A global and glamorous life means skills for the discerning home buyer

Jackie Dunphy: A Life Well Traveled

It’s always a mystery when you meet someone new on the East End where they are from and how they got here. Unless they were part of the local historic families (i.e. Gardiner, Hildreth, etc.), most found their way here with their own stories to tell.

Corcoran sales agent Jackie Dunphy’s story is an odyssey that spans several continents. Agents have been jet-setting to Aspen and Art Basel off-season to land the distinctive home buyer. The global bent to her life gives her a definitive edge to help international home-buyers and investors, while her love and knowledge of the East End makes her an expert in the region. Indy caught up with Dunphy to learn more about her fascinating life and travels.

Jackie, your life story is so surprising! You were born in Hollywood? Is your family originally Californian?

My father moved from Oklahoma at a young age and my mother from Texas. My father’s family are Choctaw American Indians who were forced from Mississippi to reservations in Oklahoma on the Trail of Tears. My mother’s family were plantation owners who fled to Texas after the Civil War. My parents met in college.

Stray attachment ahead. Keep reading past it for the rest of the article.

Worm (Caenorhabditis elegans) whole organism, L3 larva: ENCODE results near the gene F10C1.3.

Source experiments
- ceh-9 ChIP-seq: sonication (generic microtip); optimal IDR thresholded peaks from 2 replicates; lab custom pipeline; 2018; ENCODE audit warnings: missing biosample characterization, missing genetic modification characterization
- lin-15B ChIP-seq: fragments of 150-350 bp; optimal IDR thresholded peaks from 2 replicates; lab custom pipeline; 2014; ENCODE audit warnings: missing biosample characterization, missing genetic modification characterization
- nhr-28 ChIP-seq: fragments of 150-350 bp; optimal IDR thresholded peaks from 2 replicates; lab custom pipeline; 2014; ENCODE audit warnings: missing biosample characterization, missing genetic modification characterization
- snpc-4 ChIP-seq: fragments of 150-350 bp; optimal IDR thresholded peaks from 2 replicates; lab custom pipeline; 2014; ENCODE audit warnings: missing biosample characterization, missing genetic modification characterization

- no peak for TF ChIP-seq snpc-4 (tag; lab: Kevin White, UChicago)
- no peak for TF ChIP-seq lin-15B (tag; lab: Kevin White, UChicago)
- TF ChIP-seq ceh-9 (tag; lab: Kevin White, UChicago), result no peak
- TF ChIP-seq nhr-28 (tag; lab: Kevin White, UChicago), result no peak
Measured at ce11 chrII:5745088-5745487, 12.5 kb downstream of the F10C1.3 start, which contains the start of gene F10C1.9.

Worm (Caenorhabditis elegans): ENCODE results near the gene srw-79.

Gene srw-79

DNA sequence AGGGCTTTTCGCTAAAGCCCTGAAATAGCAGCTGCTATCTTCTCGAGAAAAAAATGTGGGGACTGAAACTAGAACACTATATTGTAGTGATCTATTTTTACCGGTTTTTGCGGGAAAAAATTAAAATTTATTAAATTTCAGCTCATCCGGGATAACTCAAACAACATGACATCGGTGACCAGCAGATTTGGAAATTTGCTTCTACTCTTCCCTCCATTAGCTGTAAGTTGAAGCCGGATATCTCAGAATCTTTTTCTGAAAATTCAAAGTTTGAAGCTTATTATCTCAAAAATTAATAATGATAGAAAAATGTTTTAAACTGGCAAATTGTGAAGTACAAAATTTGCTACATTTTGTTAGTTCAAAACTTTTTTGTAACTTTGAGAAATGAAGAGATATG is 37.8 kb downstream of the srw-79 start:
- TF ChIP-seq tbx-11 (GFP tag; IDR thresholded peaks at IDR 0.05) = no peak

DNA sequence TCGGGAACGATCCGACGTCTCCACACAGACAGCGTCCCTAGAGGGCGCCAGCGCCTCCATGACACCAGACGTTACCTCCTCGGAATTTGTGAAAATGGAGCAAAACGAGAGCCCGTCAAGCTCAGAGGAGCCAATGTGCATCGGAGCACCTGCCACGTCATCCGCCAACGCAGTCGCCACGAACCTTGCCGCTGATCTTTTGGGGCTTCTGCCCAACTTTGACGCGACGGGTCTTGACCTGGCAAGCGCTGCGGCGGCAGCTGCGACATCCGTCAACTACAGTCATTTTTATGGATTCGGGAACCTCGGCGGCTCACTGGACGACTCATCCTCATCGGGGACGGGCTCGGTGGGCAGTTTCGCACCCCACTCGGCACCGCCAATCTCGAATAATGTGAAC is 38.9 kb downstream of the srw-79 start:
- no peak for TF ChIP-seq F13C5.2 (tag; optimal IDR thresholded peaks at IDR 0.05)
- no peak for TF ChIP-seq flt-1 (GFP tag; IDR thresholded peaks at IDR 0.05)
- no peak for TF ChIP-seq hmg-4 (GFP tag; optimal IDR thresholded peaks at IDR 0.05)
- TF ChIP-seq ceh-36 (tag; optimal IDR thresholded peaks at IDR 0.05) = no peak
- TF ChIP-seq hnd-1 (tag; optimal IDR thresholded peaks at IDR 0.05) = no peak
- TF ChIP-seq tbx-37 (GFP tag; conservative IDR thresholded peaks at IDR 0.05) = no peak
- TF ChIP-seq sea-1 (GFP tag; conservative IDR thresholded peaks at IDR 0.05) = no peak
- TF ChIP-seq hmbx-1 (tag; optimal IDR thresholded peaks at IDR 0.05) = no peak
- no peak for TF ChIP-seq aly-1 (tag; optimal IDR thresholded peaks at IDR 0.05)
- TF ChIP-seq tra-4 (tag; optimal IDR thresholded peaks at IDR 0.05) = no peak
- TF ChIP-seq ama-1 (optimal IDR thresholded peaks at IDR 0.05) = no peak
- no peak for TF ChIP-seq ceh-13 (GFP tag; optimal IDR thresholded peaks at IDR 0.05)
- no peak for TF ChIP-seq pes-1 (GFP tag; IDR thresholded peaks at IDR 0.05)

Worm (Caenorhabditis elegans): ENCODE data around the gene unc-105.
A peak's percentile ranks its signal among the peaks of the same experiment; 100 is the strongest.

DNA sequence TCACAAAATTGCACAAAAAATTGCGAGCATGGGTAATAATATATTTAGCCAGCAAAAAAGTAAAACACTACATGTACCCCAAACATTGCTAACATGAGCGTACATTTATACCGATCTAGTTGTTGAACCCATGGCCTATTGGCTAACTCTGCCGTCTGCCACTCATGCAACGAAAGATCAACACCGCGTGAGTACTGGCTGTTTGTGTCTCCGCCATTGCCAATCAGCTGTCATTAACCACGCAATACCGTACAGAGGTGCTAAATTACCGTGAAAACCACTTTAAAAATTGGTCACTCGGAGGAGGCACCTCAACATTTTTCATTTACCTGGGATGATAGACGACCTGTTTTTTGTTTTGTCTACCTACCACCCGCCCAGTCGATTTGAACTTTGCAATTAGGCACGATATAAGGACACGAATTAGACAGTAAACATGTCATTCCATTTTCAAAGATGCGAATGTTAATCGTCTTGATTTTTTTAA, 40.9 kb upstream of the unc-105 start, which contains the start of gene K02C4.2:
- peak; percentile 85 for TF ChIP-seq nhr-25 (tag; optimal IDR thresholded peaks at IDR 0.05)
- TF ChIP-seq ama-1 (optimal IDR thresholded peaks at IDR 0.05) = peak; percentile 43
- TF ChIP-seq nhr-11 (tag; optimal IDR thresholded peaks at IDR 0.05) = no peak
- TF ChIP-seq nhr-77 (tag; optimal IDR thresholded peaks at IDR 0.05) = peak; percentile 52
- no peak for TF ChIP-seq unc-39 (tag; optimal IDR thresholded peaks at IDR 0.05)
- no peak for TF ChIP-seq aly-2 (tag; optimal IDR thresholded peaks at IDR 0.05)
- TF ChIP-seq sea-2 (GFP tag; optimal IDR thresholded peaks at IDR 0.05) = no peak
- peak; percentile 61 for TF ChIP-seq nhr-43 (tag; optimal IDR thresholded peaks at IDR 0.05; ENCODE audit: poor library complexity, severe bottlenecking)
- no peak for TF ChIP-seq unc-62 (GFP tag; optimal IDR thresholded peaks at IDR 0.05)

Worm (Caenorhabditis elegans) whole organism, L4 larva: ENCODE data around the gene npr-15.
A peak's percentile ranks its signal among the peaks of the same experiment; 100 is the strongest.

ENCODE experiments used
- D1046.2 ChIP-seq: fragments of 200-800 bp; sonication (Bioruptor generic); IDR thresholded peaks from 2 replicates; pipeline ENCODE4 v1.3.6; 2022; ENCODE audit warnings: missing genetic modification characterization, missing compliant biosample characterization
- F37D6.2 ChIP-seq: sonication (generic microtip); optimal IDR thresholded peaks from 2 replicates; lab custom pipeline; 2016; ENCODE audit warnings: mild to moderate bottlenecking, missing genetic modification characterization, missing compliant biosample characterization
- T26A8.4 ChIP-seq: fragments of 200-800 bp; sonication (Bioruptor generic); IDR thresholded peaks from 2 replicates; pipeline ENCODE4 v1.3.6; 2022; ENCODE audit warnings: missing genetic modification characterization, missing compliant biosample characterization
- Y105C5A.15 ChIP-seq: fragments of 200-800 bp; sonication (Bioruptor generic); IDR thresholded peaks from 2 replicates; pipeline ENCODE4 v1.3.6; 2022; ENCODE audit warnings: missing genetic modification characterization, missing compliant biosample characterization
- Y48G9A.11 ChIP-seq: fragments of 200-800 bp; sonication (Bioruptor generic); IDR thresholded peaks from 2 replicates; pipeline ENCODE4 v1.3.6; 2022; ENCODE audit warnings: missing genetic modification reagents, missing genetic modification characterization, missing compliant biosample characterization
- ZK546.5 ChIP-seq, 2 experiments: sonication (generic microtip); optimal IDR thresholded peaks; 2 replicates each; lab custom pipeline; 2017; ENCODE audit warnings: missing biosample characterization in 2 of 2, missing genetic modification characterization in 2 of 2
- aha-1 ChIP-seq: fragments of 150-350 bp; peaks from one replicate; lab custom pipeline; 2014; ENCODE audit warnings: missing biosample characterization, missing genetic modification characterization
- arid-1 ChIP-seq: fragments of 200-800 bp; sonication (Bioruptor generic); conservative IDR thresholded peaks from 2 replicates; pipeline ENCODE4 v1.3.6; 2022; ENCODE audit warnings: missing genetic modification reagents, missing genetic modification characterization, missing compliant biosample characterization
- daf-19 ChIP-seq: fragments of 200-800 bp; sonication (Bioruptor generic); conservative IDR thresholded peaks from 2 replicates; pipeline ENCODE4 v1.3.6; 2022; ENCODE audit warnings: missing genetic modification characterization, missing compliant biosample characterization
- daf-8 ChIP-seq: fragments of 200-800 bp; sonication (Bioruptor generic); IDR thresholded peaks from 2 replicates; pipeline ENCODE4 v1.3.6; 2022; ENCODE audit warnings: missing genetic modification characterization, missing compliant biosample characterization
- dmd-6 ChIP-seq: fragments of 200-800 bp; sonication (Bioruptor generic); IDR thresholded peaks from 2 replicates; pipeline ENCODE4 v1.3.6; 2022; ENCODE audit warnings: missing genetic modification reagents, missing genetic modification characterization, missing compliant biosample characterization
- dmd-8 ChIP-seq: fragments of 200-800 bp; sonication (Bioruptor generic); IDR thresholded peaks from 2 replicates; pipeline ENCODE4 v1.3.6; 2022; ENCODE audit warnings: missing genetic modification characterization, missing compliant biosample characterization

My sister and I were both born in Hollywood and when I was eight weeks old, we moved to Hawaii, where my brother was born.

You were raised also in Spain, Italy, Jordan, Japan, and Australia! Your global experience is amazing. Can you explain why you were raised all over the world?

My father worked for Lockheed as a tech rep and was sent all over. We moved countries every few years. It was a real vagabond type of life. But the experiences that this life afforded me were more than most people encounter. We moved to Spain when I was five. My siblings and I were put into Spanish speaking schools and we were fluent in three months. My family immersed us into the Spanish culture and lifestyle right away. Dinner was always at 10, bullfights every Sunday, and flamenco on Friday nights at a local club after tapas. All of us kids took flamenco lessons weekly.

After a few years we moved to Italy and were placed into Italian schools. Since we already spoke Spanish, picking up Italian was a lot easier! We lived in a small resort village in Tuscany right on the Mediterranean. It was very similar to the Hamptons. There were a lot of second homes and the winter population was made up of trades people and farmers. Not only did we learn a lot about Italian culture and customs, we shared a few American ones.

After a few years living there, it was back to Spain, this time to Madrid. My parents realized we probably needed to go to an English-speaking school at this point, especially after we were heard reading English and pronouncing everything phonetically! After four wonderful years, my father was transferred to Amman, Jordan and we had 10 days to pack up and leave. In those days, corporations never really took into account that their employees were married with kids. Sometimes they were given a mere matter of days to pack up and move.